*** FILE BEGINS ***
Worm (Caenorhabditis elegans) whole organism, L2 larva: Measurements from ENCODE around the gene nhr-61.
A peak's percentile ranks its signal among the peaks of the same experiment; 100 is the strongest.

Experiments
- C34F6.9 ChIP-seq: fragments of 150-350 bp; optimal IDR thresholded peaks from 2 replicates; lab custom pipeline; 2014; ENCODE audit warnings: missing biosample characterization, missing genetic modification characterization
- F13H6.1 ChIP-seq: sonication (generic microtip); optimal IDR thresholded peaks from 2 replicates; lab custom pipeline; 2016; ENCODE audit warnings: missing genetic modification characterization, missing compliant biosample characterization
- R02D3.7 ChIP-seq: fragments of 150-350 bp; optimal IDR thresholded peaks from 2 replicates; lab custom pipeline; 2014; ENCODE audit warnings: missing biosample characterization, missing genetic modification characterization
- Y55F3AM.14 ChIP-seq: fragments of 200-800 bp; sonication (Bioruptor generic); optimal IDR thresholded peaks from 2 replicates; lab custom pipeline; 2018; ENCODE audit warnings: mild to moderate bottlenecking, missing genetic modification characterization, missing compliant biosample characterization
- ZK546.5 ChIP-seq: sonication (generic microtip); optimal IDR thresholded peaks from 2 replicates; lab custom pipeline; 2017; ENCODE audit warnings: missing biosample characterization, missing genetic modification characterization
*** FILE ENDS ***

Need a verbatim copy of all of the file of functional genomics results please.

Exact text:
Worm (Caenorhabditis elegans) whole organism, L2 larva: Measurements from ENCODE around the gene nhr-61.
A peak's percentile ranks its signal among the peaks of the same experiment; 100 is the strongest.

Experiments
- C34F6.9 ChIP-seq: fragments of 150-350 bp; optimal IDR thresholded peaks from 2 replicates; lab custom pipeline; 2014; ENCODE audit warnings: missing biosample characterization, missing genetic modification characterization
- F13H6.1 ChIP-seq: sonication (generic microtip); optimal IDR thresholded peaks from 2 replicates; lab custom pipeline; 2016; ENCODE audit warnings: missing genetic modification characterization, missing compliant biosample characterization
- R02D3.7 ChIP-seq: fragments of 150-350 bp; optimal IDR thresholded peaks from 2 replicates; lab custom pipeline; 2014; ENCODE audit warnings: missing biosample characterization, missing genetic modification characterization
- Y55F3AM.14 ChIP-seq: fragments of 200-800 bp; sonication (Bioruptor generic); optimal IDR thresholded peaks from 2 replicates; lab custom pipeline; 2018; ENCODE audit warnings: mild to moderate bottlenecking, missing genetic modification characterization, missing compliant biosample characterization
- ZK546.5 ChIP-seq: sonication (generic microtip); optimal IDR thresholded peaks from 2 replicates; lab custom pipeline; 2017; ENCODE audit warnings: missing biosample characterization, missing genetic modification characterization